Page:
Despite Vladimir Putin having explained in a 7,000-word manifesto a year ago what was on his mind, pundits continue to try predicting his next move. And that is precisely the problem. Putin plays the tune, and NATO and the US begin the waltz, always a couple of dance steps late. Behind your enemy’s calculations is never a good place to be. Figuring out what is coming before Moscow makes a move has ultimate value when the threat of nuclear weapons is on the line.
Recently, Russia’s strongman made a speech celebrating the illegal annexation of four Ukrainian regions, Luhansk, Donetsk, Zaporizhzhia, and Kherson, loosely held by Russia’s invasion forces. In a ceremony validating the sham referenda held in the annexed states, Putin attempted to justify the move to the audience of sycophants and puppet leaders installed by the Kremlin. To many listening, it was a rambling, incoherent screed, warning the West that Moscow was now in charge and daring NATO or the US to continue supporting Kyiv in recovering the four provinces. “I want the Kyiv authorities and their real masters in the West to hear me so that they remember this. People living in Luhansk and Donetsk, Kherson, and Zaporizhzhia are becoming our citizens. Forever.” Putin challenged. “We will defend our land with all the powers and means at our disposal.”
He went on to lament the destruction of the USSR, telling the audience the consequence was “people suddenly found themselves cut off from their motherland. This tore apart and dismembered our nation, becoming a national catastrophe.” These were essentially the words Putin used back in 2005 when he called the dissolution of the Soviet Union the “greatest catastrophe” of the twentieth century. But, of course, the nations freed from Soviet tyranny disagreed with this assessment. Then, in what was a not-so-thinly-veiled justification for Russia using nuclear weapons, Putin pointed to the US as being the only nation “in the world that has twice used nuclear weapons, destroying the Japanese cities of Hiroshima and Nagasaki, and setting a precedent.”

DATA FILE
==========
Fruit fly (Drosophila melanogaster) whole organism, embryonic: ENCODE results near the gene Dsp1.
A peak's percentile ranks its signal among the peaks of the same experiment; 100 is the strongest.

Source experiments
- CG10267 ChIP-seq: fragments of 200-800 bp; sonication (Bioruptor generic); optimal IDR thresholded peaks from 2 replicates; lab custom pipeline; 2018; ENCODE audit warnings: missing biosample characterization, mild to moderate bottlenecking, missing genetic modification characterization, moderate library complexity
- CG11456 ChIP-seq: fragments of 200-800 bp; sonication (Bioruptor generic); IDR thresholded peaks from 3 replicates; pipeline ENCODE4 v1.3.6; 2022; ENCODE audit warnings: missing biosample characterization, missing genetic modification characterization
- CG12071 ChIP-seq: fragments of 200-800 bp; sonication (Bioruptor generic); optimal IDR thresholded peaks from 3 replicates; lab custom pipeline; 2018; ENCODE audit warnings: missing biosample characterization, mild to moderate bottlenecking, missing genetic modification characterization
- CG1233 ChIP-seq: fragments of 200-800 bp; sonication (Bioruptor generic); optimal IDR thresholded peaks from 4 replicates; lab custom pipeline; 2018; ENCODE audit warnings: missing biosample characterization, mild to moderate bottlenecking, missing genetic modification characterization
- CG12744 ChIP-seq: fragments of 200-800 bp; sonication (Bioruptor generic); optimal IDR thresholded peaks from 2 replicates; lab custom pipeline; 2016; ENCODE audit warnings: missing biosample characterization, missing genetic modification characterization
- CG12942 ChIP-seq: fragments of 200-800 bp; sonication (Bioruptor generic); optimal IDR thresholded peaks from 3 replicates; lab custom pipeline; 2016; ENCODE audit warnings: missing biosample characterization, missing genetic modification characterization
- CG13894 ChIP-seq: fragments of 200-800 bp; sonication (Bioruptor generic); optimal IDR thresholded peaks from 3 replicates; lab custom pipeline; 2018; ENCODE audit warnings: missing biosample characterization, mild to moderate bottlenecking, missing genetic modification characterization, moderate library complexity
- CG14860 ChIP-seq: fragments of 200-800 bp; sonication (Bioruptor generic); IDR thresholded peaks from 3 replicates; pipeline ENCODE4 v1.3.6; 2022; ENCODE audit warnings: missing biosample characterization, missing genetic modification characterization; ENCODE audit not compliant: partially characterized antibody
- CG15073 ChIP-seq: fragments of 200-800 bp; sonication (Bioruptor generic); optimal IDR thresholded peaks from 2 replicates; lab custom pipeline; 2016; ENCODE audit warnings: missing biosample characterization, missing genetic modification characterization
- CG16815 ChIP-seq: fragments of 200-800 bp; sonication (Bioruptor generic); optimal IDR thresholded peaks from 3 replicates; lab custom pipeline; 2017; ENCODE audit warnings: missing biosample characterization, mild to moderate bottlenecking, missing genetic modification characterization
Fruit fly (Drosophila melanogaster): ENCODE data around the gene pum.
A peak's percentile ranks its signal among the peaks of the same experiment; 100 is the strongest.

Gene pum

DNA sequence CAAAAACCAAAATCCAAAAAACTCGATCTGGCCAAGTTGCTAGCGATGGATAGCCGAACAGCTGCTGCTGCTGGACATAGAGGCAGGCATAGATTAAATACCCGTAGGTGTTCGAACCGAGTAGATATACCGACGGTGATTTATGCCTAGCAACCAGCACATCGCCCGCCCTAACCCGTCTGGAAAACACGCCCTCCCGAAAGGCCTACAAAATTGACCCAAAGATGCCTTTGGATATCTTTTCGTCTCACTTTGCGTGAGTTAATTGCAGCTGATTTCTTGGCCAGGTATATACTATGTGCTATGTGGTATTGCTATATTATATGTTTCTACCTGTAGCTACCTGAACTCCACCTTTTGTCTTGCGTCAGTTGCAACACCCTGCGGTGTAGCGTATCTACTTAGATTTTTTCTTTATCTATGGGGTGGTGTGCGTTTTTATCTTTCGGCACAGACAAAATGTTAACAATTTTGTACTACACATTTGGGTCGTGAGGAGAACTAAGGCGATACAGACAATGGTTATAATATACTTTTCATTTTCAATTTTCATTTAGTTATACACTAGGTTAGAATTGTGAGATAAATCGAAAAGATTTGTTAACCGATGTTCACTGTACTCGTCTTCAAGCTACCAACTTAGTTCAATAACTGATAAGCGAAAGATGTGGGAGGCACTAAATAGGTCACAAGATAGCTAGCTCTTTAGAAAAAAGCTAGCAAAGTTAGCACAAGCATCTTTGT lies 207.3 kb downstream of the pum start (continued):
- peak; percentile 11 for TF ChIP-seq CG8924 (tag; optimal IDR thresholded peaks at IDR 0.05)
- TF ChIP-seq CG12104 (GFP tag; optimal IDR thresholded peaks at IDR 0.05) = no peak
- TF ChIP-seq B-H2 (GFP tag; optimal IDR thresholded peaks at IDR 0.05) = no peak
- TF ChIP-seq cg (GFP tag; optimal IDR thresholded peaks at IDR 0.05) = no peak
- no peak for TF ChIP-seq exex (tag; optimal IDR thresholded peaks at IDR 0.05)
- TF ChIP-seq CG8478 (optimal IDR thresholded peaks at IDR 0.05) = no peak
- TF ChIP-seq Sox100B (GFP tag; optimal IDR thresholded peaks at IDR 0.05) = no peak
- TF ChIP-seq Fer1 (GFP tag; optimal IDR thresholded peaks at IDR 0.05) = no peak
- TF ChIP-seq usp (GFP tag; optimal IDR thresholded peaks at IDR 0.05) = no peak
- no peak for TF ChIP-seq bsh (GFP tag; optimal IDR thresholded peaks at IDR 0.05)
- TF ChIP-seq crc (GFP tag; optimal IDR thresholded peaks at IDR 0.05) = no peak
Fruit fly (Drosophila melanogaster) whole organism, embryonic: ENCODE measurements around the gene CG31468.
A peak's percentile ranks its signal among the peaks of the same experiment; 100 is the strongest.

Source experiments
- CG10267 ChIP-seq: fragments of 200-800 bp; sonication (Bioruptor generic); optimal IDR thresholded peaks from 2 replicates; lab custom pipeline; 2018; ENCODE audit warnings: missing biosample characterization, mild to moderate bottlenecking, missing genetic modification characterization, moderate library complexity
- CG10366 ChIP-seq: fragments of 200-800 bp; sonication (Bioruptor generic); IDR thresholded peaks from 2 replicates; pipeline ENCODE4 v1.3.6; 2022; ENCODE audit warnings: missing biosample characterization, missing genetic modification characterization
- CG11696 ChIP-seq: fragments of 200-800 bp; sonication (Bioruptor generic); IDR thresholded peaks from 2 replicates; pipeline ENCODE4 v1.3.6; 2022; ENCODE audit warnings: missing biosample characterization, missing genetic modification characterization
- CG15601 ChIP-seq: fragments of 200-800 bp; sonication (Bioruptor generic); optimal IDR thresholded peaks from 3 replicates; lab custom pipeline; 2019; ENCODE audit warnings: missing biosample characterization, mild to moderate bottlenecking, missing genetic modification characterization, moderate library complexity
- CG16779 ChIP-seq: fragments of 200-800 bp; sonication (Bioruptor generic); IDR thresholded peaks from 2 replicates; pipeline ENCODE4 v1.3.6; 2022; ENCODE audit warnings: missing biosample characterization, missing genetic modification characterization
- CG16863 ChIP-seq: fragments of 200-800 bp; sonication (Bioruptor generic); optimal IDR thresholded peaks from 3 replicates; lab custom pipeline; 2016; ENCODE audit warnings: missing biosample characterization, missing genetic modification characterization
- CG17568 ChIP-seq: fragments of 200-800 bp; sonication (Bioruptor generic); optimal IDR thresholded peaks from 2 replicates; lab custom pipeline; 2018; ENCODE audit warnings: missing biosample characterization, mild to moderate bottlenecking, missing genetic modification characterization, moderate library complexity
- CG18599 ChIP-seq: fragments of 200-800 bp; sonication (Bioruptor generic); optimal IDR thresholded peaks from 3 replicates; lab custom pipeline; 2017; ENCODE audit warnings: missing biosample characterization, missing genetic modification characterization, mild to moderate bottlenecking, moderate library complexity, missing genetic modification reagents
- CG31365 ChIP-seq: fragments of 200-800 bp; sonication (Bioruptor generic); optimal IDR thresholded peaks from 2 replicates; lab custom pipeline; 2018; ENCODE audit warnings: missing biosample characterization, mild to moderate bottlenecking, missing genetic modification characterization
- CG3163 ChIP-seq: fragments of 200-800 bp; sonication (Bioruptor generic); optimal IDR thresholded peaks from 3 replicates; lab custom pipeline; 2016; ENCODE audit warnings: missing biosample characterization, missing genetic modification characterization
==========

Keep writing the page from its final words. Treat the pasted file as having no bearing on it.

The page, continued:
The timing of the Russian annexation is curious. The expectation would be to gobble up portions of Ukraine while on a roll, not while losing. The Institute for the Study of War noted that Russian forces have suffered recent setbacks, describing one in the city of Lyman:
“Ukrainian forces inflicted another significant operational defeat on Russia and liberated Lyman, Donetsk Oblast, on October 1. The Russian Ministry of Defense (MoD) announced the withdrawal of Russian troops from Lyman to ‘more advantageous positions’ to avoid the ‘threat of encirclement’ in the settlement.”
General Jack Keane, US Army retired, suggested that Putin pushed the charade of a referendum because he was losing. He needed to do something over which he had control. “What Putin is dealing with here is a stunning military defeat,” Keane explained. He has “huge” losses in personnel and equipment. The casualties are on the order of 25,000 Russian soldiers killed and 65,000 wounded out of a total ground force of nearly 300,000, or nearly one-third of the invading troops. At that rate, the Motherland’s army will be a 5th-rate army in a few months. “He’s annexing territory here because he wants a political victory at home. He’s telling the people ‘we’ve gained this territory,’” Keane said.
Lawrence Freedman, emeritus professor of war studies at King’s College London, expressed a more introspective explanation for Putin’s address. “The rant had a purpose, which was to demonstrate the irrelevance of legality … [Russia] was under no obligations to follow those rules … if it wanted to expand its borders, it was fully entitled to do so,” Freedman said. This is a divergent interpretation of Putin’s motivation. Whether the Russians were winning or losing doesn’t matter. In Freedman’s scenario, the Kremlin would be invading and taking parts of Ukraine regardless of the battle rhythm. Putin’s land grab seen as a gambit driven by destiny is more in keeping with what Moscow’s leader said in his July 2021 general Ukraine strategy declaration.
The outcome is the same regardless of which explanation one finds more applicable, Keane’s or Freedman’s. Additionally, the specter of Russia’s leadership electing to use nuclear weapons is not predicated on which position seems more appropriate. The one description of Putin’s speech that should give NATO and the US leadership pause is Freedman’s word “unhinged.” Having an adversary who is calculating, albeit evil, is one thing. Having that enemy deranged is something entirely different.
The views expressed are those of the author and not of any other affiliation.